What I like about Harry is that he’s the guy fighting the system, fighting corrupt cops and politicians alike, always fighting for justice and the underdog.  He’s smart but he’s not perfect – he sometimes misses things and makes mistakes, and he’s got a bit of a hot temper.  He usually reads people well and is a good study of character.  I like how he will often think that something about a case is bothering him but he can’t quite make the connections, so he’ll let it sit and percolate, go about his business, and all of a sudden BAM! He’s cracked the case and it’s a mad race to see if he can save the next victim or catch the bad guy after all. Connelly’s plots are page-turners, but it’s really Bosch himself that keeps me coming back.

This one was a bit different because there were two cases being worked simultaneously.  Harry’s part-time now at the small San Fernando Police Department, since he’s no longer with the LAPD.  He’s also a private investigator on the side.  He’s working a serial rapist case for the department while also trying to find a potential heir to an ailing millionaire’s fortune. He gets so caught up in one case that he makes some crucial missteps in the other, possibly endangering someone he is close to.  It was a typically fast-paced Connelly thriller; I raced through it in two days, even willingly staying up way past my bedtime to finish it.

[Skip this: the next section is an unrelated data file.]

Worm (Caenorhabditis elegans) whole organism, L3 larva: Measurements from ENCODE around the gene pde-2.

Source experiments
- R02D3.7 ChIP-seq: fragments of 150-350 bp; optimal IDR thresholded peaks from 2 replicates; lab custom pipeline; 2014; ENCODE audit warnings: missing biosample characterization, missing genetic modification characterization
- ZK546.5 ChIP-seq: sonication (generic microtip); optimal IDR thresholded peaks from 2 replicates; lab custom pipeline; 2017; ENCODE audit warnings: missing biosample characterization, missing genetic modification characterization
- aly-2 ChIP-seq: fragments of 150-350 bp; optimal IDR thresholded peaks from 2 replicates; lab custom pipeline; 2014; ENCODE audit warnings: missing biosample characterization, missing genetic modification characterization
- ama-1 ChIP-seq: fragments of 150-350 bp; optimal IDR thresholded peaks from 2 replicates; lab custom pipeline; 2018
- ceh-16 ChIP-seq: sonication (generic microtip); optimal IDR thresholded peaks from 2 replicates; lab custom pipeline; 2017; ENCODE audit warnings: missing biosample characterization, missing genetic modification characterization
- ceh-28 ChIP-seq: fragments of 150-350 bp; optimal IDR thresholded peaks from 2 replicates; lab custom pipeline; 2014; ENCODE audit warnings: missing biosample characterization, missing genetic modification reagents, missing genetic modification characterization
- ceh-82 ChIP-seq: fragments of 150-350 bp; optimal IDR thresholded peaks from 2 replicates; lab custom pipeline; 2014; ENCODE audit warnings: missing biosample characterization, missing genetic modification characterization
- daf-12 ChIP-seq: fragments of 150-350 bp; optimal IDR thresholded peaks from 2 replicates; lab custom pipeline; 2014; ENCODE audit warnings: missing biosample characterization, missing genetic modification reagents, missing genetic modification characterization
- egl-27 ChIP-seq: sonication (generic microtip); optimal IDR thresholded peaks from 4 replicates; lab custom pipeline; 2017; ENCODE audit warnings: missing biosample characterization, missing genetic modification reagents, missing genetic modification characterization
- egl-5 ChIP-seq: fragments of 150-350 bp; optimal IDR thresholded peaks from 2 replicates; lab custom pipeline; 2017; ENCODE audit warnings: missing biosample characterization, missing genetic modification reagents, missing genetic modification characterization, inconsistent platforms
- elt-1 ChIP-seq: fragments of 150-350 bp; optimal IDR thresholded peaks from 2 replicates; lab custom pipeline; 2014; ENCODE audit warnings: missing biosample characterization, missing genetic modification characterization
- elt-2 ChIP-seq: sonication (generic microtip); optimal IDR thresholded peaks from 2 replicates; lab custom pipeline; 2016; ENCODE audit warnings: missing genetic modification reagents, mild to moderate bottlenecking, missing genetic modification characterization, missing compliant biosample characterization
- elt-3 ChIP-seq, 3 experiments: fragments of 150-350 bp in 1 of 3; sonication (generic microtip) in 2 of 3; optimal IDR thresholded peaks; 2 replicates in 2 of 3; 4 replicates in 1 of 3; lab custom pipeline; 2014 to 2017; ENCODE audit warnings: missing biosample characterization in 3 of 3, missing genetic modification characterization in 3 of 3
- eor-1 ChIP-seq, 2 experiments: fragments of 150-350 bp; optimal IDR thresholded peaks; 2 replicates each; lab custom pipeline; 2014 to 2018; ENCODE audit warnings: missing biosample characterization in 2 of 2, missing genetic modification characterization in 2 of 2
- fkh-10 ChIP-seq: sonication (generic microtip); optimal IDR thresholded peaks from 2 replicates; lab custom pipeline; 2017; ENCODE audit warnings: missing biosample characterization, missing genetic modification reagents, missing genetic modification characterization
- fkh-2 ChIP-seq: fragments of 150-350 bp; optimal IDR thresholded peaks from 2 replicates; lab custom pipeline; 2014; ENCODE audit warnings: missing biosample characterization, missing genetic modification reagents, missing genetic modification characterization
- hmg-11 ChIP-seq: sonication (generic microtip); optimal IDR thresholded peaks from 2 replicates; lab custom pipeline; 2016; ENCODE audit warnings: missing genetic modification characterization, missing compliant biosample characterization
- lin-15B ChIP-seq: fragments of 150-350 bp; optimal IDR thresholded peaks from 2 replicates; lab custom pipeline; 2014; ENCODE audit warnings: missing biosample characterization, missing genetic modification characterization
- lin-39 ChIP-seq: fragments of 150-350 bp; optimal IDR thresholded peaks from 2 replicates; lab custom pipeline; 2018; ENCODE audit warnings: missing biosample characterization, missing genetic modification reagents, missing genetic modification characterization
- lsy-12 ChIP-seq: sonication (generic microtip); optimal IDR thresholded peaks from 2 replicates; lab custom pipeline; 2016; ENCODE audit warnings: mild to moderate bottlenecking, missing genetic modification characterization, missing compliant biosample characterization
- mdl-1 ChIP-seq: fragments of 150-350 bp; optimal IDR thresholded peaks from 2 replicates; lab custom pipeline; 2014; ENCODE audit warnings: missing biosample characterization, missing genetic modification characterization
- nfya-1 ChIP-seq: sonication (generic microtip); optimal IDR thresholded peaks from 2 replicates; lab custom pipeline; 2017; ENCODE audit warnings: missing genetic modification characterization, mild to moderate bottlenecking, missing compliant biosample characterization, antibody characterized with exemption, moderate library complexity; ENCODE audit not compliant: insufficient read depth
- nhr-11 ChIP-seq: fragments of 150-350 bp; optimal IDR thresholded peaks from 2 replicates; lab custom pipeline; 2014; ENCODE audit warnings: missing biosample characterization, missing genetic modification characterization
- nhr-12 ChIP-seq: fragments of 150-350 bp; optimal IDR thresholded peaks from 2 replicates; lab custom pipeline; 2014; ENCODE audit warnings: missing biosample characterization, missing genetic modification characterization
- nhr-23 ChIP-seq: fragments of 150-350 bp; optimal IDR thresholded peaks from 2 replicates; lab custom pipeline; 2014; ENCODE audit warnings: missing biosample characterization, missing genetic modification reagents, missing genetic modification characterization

518cjmm-dxl-_sy344_bo1204203200_If you’re thinking about trying one of these books, I’ll tell you that the first three were solid three-star books for me.  It wasn’t until the fourth book  (The Last Coyote) that I knew that I was invested in the series for a while.  Harry is a capable, complicated, tough, caring, haunted man, and he made me want to keep coming back. Mysteries make great, entertaining palate-cleansers in between heavier literary fare, so if you’re game, I say give Michael Connelly a try!

 

Black Water Rising by Attica Locke